Many of our projects involve paying local builders, thereby helping the local economy as well as achieving the construction we want. Supplying tools is a great way to start this kind of initiative in places where previous businesses have collapsed, and contributes to fighting unemployment and poverty. We also welcome donations of other hardware including (unused) toilet ceramics and plumbing supplies, for example.
- Baby supplies
We’re often in contact with community centres and through them, incredibly impoverished families. In addition, in refugee camps we see people who have lost everything. Whilst it is rarely efficient to transport food and clothes from the UK, baby-care supplies are always welcome.
- Tents, sleeping bags, etc.
For dire emergencies, sometimes very urgently needed.
There are things we need for ourselves too, to keep things running. We always welcome extra donations of:
- CB, VHF / UHF radios, and satellite phones
Communications equipment for our deliveries and our projects is vital; we are often in areas where there is no signal for cellular phones, or where they are prohibitively expensive.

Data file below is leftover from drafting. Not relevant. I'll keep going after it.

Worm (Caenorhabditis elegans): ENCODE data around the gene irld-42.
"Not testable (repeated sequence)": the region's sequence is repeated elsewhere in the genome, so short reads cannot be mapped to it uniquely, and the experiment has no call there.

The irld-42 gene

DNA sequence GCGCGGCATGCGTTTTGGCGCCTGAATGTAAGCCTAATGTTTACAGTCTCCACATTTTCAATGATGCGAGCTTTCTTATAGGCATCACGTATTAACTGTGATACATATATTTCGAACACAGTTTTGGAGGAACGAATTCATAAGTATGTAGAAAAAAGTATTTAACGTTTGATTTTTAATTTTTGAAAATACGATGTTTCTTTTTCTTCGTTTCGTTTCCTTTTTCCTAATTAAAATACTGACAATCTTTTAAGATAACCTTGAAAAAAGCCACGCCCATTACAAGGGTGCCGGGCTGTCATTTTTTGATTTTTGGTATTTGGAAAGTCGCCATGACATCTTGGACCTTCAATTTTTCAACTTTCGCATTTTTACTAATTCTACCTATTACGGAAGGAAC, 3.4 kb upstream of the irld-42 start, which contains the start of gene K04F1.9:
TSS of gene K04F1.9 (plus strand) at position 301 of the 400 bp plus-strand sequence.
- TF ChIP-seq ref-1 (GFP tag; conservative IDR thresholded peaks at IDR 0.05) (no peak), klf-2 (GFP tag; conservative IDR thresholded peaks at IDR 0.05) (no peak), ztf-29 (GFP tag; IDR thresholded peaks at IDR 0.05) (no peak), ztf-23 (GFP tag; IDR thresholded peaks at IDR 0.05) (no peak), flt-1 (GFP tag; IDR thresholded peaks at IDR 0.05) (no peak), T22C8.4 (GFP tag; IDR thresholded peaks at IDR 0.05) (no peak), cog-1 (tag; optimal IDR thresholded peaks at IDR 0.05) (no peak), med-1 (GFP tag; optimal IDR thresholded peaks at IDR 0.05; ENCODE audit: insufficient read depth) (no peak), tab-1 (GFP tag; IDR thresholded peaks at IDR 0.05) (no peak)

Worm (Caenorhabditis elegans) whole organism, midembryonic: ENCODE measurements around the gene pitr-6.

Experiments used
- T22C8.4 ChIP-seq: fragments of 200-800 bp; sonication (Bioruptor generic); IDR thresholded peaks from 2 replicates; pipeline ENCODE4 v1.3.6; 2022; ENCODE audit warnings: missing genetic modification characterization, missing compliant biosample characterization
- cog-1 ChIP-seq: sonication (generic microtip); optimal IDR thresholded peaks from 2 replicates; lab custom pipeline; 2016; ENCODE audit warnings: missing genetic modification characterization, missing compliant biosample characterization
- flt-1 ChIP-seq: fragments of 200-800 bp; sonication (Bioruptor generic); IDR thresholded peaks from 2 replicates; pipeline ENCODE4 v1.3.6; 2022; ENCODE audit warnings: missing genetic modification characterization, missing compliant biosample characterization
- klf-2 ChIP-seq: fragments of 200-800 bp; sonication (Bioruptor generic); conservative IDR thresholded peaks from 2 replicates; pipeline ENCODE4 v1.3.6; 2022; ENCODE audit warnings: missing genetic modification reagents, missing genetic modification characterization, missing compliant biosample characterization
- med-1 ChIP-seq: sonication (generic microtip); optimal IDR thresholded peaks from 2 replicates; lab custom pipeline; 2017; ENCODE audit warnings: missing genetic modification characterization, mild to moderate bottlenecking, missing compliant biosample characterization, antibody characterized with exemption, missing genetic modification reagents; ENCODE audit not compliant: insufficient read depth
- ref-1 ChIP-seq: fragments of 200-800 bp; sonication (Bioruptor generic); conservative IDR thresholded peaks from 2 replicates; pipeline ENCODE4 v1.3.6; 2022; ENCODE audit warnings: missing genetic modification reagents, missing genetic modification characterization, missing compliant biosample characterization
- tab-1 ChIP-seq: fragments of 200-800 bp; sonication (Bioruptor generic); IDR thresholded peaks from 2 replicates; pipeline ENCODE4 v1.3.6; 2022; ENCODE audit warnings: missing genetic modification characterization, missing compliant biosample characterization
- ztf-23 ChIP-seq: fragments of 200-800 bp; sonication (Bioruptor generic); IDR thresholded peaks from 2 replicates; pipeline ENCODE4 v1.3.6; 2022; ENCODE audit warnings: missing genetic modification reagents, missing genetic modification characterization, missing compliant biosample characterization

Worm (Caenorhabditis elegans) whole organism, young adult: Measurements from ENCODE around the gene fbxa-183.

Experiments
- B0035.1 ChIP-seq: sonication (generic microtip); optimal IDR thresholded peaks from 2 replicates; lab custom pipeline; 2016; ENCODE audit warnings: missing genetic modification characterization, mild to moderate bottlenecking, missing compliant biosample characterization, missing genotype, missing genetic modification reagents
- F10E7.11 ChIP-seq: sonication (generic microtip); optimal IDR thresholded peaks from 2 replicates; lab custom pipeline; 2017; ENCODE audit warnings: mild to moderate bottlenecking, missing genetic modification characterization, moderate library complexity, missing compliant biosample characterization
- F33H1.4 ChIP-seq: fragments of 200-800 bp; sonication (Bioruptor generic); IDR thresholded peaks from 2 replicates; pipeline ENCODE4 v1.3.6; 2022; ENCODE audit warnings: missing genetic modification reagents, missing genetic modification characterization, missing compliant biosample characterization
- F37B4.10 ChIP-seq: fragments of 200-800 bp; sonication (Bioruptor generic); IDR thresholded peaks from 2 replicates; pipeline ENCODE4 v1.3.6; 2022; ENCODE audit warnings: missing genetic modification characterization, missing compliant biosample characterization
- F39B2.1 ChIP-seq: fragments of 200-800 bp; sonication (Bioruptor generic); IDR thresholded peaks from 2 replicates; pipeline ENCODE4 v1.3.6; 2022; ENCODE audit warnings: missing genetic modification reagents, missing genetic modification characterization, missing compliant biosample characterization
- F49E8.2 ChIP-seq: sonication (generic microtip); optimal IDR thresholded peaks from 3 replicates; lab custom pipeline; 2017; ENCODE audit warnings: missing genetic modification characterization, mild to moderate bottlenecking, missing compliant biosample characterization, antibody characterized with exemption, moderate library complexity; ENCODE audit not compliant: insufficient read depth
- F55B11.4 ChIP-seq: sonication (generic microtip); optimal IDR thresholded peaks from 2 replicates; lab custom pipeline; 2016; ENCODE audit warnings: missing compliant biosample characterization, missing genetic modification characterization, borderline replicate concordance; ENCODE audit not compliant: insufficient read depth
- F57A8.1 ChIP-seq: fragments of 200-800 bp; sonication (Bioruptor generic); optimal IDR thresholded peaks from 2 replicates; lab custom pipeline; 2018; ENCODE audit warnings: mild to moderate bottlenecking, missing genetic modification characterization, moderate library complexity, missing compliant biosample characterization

- Suitable vehicles and spares
Transit vans, Land Rovers, ambulances… we often donate the vehicles to projects as part of the aid. This is particularly important in places where they will likely be destroyed by fighting or even bombing, and ongoing replacements are needed. We also run some vehicles as regular delivery and support workhorses. From Dodge 50s (which can cope with the most extreme conditions and incredibly basic “bush repairs”) to Transit Vans (which are usually easy to find spares for in our target countries), any offer will be seriously considered and the best use for it found.